eBook ISBN: 978-1-84737-903-0

This book is a work of fiction. Names, characters, places and incidents are either
a product of the author’s imagination or are used fictitiously. Any resemblance
to actual people living or dead, events or locales is entirely coincidental.

Typeset by Hewer Text UK Ltd, Edinburgh
Printed and bound in Great Britain by CPI Mackays, Chatham ME5 8TD


This book is for the Marvellous Marvins
with thanks for Fnob Cheese!



Cast of Characters

Author’s Note

Chapter Two

Chapter Three

Chapter Four

Chapter Five

Chapter Six

Chapter Seven

Chapter Eight

Chapter Nine

Chapter Ten

Chapter Eleven

Chapter Twelve

Chapter Thirteen

Chapter Fourteen

Chapter Fifteen

Chapter Sixteen

Chapter Seventeen

Chapter Eighteen

Chapter Nineteen

Chapter Twenty

Chapter Twenty-One

Chapter Twenty-Two

Chapter Twenty-Three

Chapter Twenty-Four

Chapter Twenty-Five

Chapter Twenty-Six

Chapter Twenty-Seven

Chapter Twenty-Eight

Chapter Twenty-Nine

Chapter Thirty

Chapter Thirty-One

Chapter Thirty-Two

Chapter Thirty-Three

Chapter Thirty-Four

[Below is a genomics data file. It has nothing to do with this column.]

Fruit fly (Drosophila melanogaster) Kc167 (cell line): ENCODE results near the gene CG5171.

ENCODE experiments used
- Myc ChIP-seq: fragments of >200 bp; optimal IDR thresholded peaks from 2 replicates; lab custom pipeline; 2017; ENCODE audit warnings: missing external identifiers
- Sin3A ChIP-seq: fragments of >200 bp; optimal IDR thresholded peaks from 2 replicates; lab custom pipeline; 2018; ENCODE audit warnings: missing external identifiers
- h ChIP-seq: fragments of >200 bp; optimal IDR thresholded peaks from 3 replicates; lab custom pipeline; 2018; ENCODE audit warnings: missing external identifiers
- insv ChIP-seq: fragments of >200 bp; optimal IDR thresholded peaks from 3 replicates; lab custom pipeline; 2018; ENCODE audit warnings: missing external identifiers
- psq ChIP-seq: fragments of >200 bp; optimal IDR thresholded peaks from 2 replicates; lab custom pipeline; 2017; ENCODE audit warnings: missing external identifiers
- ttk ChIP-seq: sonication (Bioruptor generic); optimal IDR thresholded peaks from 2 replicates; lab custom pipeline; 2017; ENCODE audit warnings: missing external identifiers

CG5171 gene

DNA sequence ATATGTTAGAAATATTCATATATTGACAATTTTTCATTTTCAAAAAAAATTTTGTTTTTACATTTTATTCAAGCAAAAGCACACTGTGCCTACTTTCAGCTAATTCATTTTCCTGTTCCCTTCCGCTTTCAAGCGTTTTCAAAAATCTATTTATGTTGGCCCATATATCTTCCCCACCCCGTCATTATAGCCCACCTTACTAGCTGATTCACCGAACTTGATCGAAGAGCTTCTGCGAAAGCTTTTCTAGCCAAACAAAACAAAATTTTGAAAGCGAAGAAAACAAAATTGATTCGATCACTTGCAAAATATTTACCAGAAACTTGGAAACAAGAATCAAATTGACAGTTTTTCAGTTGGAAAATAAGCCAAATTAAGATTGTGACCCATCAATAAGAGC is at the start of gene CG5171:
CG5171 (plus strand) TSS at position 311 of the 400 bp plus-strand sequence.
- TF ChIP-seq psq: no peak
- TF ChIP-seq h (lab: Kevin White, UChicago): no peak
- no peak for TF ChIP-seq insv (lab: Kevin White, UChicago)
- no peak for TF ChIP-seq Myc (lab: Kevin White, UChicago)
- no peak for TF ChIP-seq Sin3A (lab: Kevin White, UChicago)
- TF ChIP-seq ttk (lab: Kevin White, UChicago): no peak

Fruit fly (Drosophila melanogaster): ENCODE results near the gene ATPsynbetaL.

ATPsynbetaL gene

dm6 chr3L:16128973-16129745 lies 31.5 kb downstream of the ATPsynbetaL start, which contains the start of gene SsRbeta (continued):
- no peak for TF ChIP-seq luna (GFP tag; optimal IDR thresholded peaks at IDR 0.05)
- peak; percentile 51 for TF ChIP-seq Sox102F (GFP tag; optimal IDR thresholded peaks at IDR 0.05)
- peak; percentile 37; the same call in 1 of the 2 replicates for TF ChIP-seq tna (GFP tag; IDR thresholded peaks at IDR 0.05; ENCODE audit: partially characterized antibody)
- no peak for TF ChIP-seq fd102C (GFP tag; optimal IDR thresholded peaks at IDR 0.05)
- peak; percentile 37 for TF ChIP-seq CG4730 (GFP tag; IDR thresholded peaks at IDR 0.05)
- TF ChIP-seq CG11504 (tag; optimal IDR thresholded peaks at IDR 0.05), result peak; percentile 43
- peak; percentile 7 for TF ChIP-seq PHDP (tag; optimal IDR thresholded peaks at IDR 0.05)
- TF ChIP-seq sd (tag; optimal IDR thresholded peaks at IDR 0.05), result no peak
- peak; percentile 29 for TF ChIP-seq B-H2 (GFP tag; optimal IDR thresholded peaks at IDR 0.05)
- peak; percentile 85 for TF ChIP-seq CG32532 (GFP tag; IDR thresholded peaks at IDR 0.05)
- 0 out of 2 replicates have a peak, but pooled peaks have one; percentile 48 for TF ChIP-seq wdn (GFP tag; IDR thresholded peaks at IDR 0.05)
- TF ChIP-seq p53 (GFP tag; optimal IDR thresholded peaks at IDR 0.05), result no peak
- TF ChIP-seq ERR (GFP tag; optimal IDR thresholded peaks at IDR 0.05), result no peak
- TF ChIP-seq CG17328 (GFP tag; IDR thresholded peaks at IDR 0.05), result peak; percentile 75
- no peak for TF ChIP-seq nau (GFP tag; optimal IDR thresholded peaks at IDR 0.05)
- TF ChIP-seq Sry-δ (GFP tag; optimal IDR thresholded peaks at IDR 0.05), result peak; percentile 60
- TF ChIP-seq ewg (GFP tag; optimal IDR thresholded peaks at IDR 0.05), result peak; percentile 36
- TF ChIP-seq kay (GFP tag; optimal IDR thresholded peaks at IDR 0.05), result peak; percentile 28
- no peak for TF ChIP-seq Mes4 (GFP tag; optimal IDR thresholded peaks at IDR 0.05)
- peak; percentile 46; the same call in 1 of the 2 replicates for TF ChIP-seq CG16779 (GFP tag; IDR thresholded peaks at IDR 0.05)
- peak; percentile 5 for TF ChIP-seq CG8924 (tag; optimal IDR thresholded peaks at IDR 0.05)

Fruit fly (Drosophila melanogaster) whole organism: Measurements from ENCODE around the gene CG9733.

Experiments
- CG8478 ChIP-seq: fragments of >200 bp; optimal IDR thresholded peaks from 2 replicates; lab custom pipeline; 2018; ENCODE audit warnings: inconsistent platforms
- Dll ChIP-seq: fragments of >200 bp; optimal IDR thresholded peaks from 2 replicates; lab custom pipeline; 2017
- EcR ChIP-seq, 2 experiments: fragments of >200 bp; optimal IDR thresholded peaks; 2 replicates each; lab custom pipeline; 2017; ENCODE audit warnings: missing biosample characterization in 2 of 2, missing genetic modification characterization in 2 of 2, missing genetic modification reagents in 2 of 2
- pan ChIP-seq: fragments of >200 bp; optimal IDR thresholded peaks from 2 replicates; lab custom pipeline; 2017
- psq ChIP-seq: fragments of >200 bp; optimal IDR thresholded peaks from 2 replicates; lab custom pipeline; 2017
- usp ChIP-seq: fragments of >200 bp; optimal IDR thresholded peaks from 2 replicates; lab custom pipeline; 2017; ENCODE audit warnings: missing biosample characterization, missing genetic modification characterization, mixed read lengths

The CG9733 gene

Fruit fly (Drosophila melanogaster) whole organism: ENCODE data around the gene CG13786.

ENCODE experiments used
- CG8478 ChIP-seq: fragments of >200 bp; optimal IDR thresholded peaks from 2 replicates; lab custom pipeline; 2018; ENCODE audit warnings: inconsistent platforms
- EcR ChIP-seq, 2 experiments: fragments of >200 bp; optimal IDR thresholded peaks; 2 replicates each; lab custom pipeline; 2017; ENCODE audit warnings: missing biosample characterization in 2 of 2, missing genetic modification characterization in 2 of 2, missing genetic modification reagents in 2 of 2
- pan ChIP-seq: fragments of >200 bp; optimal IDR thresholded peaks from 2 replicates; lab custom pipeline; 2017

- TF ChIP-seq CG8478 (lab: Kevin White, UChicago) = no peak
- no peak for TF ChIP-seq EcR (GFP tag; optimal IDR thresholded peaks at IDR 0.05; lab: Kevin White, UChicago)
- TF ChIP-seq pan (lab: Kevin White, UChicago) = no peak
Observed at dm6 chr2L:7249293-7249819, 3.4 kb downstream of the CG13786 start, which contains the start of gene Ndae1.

Chapter Thirty-Five

Chapter Thirty-Six

Chapter Thirty-Seven

Chapter Thirty-Eight

Chapter Thirty-Nine

Chapter Forty

Chapter Forty-One

Chapter Forty-Two

Chapter Forty-Three

Chapter Forty-Four

Chapter Forty-Five

Chapter Forty-Six

Chapter Forty-Seven

Chapter Forty-Eight

Chapter Forty-Nine

Chapter Fifty

Chapter Fifty-One

Chapter Fifty-Two

Chapter Fifty-Three

Chapter Fifty-Four

Chapter Fifty-Five

Chapter Fifty-Six

Chapter Fifty-Seven



felons who claimed sanctuary in a church were sometimes offered the chance to abjure the realm i.e. accepting voluntary exile in preference to being executed. They must confess to their crime, after which their property was all forfeit, even if subsequently they were pardoned or shown to be innocent.